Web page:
Netanyahu’s government strongly wants more extensive relations with Arab states as a way of having its cake and eating it too—that is, as a way of losing its pariah status while continuing its occupation of Palestinian territory. Far from advancing peace, this process sets back any prospects for peace. It reduces further any incentive for the Netanyahu government to make the sort of policy changes necessary for resolving the conflict with the Palestinians. 

Meanwhile, the Trump administration has paid other peace-eroding prices in its campaign on behalf of the Israeli government. F-35 stealth jets and other advanced military hardware were part of the price paid to the UAE—a transaction that, thanks partly to Trump’s veto threat, evidently will be completed despite significant congressional opposition. The deal risks stoking an arms race in the Persian Gulf, and at a minimum intensifies the lines of conflict in that region. It also provides advanced weapons to a regime that has used the military aircraft it already has for such destabilizing activities as intervening in Libya’s civil war and adding significantly to the death and destruction there. 

The Trump administration’s motives in all this clearly have to do with catering to those domestic political elements, consisting mainly of the Christian evangelical part of Trump’s base, that see as good anything that conforms with the wishes of the Israeli government. More personal urges may be in play as well, especially for Trump’s son-in-law and adviser Jared Kushner, who reportedly was in the middle of the deal-making with Morocco.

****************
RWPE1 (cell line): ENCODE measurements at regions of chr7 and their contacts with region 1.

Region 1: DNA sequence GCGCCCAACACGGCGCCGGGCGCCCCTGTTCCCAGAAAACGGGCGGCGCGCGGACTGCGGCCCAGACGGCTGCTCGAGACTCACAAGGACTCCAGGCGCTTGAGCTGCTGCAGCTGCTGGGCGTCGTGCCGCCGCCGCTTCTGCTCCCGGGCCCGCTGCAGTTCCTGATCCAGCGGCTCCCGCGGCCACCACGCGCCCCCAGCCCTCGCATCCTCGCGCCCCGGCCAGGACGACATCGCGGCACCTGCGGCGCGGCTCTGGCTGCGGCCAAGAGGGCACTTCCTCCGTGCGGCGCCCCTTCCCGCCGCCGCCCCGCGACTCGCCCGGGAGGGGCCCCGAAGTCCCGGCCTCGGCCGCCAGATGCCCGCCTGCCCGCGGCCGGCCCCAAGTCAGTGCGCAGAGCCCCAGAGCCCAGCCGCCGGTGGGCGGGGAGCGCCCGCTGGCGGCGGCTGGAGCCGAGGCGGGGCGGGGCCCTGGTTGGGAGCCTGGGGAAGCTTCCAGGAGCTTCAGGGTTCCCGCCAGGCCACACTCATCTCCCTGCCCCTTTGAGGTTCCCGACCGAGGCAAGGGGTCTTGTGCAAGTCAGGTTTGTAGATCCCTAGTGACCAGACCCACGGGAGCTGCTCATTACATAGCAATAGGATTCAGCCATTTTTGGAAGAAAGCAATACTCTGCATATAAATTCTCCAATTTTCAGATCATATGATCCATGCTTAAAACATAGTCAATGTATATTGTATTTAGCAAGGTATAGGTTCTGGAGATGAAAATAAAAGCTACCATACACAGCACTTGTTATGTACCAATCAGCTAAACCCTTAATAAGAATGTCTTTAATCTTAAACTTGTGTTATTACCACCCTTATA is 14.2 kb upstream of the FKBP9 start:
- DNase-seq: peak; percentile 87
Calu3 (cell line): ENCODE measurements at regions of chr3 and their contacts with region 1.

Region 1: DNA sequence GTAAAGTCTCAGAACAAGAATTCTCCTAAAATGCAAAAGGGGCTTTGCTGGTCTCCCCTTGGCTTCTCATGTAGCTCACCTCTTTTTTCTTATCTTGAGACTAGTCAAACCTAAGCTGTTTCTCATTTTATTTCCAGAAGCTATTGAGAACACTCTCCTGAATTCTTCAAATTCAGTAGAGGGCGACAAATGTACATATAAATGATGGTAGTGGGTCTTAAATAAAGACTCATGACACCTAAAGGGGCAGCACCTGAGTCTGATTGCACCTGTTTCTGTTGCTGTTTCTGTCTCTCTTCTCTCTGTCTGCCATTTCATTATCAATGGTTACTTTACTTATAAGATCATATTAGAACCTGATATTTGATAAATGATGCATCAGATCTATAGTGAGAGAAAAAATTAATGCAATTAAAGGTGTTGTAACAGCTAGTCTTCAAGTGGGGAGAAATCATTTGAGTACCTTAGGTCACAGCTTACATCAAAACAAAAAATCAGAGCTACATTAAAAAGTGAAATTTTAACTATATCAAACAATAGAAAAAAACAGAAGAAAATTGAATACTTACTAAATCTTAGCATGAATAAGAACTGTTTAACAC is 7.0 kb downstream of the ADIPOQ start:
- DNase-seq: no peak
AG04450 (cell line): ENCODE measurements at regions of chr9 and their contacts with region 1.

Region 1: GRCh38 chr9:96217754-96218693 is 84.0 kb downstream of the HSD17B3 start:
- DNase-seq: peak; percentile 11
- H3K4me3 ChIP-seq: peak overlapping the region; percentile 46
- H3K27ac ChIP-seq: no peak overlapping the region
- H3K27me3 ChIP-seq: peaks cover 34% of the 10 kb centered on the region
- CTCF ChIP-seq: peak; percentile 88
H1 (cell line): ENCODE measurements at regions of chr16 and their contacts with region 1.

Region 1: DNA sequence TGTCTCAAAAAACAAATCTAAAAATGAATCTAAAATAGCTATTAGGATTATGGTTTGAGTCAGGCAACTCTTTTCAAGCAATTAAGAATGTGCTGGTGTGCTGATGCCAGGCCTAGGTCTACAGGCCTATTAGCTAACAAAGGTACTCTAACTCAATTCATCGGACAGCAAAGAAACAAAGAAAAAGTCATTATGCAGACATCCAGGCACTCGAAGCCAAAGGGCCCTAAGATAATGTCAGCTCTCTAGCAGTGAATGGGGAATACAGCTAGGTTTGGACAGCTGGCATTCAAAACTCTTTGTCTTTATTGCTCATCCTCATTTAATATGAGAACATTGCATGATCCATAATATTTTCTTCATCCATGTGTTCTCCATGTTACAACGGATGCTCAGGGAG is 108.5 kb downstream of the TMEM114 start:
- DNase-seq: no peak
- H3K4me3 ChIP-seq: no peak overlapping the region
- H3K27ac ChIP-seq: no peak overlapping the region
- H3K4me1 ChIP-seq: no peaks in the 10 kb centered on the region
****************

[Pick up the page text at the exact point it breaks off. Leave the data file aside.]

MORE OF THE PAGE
Transactional diplomacy in which prices are paid is not inherently bad. Countries do it all the time. But when the United States pays such a price, it ought to be in return for something in U.S. interests, or in the more general interest of peace. It ought not to serve instead the territorial ambitions of a foreign state. 

The transaction with Morocco has a perverse symmetry. A deal in which one side’s motivations involve sustaining occupation of a territory and subjugation of its people (the Palestinians) helps the other side sustain another occupation and subjugation of a people (the Sahrawis). The connection is not lost on foreign observers.

Paul R. Pillar is a Contributing Editor at the National Interest and the author of Why America Misunderstands the World.

Image: Reuters